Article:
Tips For Buying A Helmet

  • Don’t prioritize style over safety. Avoid helmets that contain unnecessary parts or elements that protrude, such as horns. These elements may prevent the helmet’s surface from, for example, sliding after a fall, which could end up in a serious injury.
  • But don’t forget about the style. Get a helmet that you really like. Obviously, the graphics won’t protect you in a crash, but you’ll see your helmet every day, and having something that you like makes you want to wear it more. It might even prevent you from wanting to buy a new one in a couple of months.
  • Buy more than one. Helmets are disposable by nature. You can keep it in perfect shape and conditions but even if you never crash it, it will expire, so you’ll always need to replace it eventually. If you find a great deal, sale, or discount, if possible, think about the possibility of buying more than one helmet.
  • Do not buy a used/second-hand helmet. There’s no way you can be sure that its structural integrity is still in perfect condition.  Helmets need to be replaced regularly. After an impact (including dropping it onto the pavement), the inner foam absorbs the energy that would otherwise have crashed your head, and when that happens, the foam never recovers its integrity, so it can never again reach the required level of protection, even if the outer shell still looks in good condition.
  • Removable paddings are a great choice. Your head and face will sweat, that’s for sure, which means that your helmet won’t smell like new for too long. If the paddings are removable and washable you can have a fresh helmet on every ride.

Tips For Using Your Helmet

  • Don’t add anything to the helmet. I know, it’s really tempting, we want to give it our personal touch, but stickers, coverings, or other elements as such that didn’t come with the helmet can have a negative impact on the helmet’s performance.
  • When you have your straps properly adjusted, make sure that they don’t cause too much friction to the point that you feel uncomfortable, otherwise you could end up leaving them loose.

How To Clean And Maintain Your Helmet

We all love the looks and smell of a new helmet and we know we must enjoy it because it’ll go filthy and stinky in no time. Helmets absorb all of our sweat and body oils over time, which can definitely make a helmet pretty unpleasant after a couple of days or weeks. While that’s completely true, not many people realize that there’s a fix for that (or they’re just too lazy).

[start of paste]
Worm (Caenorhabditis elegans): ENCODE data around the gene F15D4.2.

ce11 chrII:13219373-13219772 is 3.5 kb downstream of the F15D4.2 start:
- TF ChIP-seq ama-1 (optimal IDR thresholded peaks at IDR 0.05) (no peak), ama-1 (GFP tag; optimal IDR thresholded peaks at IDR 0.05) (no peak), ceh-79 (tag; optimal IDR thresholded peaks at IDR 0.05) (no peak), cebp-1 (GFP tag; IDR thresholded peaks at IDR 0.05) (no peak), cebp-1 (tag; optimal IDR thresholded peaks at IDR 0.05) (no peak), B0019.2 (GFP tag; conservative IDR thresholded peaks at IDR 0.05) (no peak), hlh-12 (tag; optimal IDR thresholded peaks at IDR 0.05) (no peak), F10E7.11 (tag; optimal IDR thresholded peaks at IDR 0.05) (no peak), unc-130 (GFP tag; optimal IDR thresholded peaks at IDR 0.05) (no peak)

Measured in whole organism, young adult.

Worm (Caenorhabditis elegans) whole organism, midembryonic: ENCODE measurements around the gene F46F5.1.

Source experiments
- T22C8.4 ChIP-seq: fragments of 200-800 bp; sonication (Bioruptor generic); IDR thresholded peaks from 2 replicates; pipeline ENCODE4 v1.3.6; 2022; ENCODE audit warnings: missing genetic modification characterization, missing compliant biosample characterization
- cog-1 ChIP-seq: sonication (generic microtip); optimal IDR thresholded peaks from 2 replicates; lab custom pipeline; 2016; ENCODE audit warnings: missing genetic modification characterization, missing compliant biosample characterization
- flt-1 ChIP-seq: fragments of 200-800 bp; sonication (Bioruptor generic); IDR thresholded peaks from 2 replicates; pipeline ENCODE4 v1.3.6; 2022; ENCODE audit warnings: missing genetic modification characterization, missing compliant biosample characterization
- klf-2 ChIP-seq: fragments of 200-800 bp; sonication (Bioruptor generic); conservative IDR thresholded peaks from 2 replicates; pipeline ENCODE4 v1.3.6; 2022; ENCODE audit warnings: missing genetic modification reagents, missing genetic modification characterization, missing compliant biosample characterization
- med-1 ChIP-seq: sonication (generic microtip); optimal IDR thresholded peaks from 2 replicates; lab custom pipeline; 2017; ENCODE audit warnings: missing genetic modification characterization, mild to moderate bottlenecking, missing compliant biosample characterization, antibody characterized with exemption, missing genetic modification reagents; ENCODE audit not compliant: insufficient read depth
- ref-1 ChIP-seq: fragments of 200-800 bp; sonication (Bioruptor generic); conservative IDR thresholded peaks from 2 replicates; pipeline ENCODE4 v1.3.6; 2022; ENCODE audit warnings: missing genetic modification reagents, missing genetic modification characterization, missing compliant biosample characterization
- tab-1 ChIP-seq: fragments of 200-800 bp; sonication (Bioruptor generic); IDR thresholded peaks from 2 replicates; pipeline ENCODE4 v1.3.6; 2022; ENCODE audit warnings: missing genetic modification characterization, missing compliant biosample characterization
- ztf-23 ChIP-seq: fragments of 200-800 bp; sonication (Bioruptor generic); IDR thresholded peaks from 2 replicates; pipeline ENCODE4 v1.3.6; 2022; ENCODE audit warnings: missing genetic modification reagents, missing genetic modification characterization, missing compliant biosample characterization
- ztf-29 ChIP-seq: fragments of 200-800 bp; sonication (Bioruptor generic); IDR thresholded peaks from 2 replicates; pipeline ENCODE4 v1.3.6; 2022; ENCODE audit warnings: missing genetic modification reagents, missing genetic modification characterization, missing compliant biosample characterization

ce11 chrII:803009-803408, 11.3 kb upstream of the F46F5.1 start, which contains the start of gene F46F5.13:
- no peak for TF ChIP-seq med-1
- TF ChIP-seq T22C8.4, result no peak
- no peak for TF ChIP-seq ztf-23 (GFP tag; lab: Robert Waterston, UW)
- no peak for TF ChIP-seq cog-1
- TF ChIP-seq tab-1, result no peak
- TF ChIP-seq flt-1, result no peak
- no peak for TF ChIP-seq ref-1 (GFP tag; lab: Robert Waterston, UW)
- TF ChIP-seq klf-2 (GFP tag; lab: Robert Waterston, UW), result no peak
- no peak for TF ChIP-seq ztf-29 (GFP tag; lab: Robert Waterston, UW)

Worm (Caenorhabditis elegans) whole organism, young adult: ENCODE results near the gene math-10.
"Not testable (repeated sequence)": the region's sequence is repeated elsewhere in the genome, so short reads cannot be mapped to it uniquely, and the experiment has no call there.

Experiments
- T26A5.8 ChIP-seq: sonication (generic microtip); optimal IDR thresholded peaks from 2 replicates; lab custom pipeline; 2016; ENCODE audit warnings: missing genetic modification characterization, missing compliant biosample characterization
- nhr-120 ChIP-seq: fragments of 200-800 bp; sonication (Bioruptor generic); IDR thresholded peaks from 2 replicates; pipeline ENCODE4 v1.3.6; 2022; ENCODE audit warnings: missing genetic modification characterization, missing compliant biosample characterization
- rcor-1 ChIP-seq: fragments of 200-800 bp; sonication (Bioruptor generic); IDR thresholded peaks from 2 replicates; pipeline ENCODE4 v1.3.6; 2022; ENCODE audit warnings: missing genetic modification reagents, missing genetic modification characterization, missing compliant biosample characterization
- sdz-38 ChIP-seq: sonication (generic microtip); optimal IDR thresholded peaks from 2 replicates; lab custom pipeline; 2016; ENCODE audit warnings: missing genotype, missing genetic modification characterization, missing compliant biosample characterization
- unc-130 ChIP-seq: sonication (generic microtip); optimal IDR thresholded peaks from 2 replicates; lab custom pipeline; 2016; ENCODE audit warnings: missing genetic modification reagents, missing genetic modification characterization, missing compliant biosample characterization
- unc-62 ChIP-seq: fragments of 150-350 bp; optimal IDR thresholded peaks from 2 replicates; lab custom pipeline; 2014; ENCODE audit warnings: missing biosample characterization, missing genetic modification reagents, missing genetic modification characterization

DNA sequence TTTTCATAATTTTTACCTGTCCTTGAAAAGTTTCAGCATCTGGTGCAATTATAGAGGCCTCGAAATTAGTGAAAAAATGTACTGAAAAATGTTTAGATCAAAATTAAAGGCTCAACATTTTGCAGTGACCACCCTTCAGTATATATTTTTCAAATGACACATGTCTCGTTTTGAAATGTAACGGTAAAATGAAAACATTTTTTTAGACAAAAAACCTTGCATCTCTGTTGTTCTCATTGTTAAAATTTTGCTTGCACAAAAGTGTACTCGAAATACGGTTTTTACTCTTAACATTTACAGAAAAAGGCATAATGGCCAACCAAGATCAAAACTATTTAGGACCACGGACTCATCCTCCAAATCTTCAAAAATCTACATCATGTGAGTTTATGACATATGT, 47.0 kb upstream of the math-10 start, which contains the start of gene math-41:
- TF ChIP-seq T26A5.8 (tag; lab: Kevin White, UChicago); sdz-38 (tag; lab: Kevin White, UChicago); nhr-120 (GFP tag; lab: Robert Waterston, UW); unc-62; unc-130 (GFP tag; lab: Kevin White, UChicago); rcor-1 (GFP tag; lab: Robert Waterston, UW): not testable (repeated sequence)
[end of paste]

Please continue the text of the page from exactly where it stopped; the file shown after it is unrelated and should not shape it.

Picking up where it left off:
Helmets usually come with instructions, and they have directions on how to clean them. Make sure you follow the manufacturer’s instructions. There is no better source for this info as the manufacturer since they know exactly the materials and techniques used to build the helmet. If you don’t know where these instructions are, you can check the manufacturer’s website. If not, here are some tips and general guidelines for cleaning and maintaining your helmet that will help you keep it as new as possible.

Cleaning tips:

  • Wash it in mild soap and water, rinse it thoroughly, and air dry it. You can use a few drops of detergent or dishwashing liquid in a bucket full of water and a sponge.
  • Don’t leave it immersed for too long as that may affect the adhesives used in construction.
  • Don’t use solvents or harsh chemicals on your helmet since they may affect the foam or the outer shell and ruin the helmet. Gasoline, for example, is known for dissolving EPS foam.
  • Don’t put your helmet in a washing machine, dishwasher, dryer, or microwave if you still want to have a helmet.
  • Don’t scrub the shell too hard as the dirt that you’re trying to remove could leave scratches in the finish.
  • Only use warm water and neutral soap on a matte shell. The plastic cleaner might ruin the finish by leaving traces or even making it shiny.

Maintaining tips:

  • Use a skullcap under your helmet. It’ll be your first barrier of defense for preventing body oils and sweat from permeating your liner.
  • Always let your helmet air out after a long sweaty ride. Don’t put it into or let it in a bag as this will prevent the sweat from evaporating. You can just store it on a shelf.

Related Questions

Should you replace a bike helmet after a crash?

Whether you should replace your helmet after a crash depends on the severity of the impact and on its original design, if it was meant to withstand one impact or many impacts. Most bike helmets are designed to withstand the impact of just one single fall, such as a fall onto the pavement or sidewalk.

Typically, the foam in the liner crashes to absorb the energy of the impact and that’s when the helmet dies. The materials won’t protect you the same way again. Even if you can’t see any signs of damage, you must replace the helmet after an impact like that.

How long do bike helmets last?

The lifespan of a helmet depends on each manufacturer. If you’re not able to find any info about when the helmet should be replaced on the manufacturer’s instructions or website, it may be wise to replace your helmet within 5 to 10 years since the purchase.

This timeframe will also depend on how much you used it and the maintenance you gave it. Any signs of an old helmet, such as cracks on the shell, marks on the liner, worn-out foam or straps, or loose pads, clearly indicate that it’s time to replace it.


Based on quality and price, in my opinion, the Bell Sanction (full-face) and the Triple Eight Sweatsaver (open-face) are the best choices.

Always remember that the helmet must be intact in its structure in order to correctly perform on an impact. Replacing it regularly will avoid any issue that may come up because of the regular wear of materials over time, and it will also allow you to take advantage of the most recent improvements in helmet protection.

Related Articles

Image credits: [Image #3: By Kevin Cortopassi / Flickr / Creative Commons License]

Recent Posts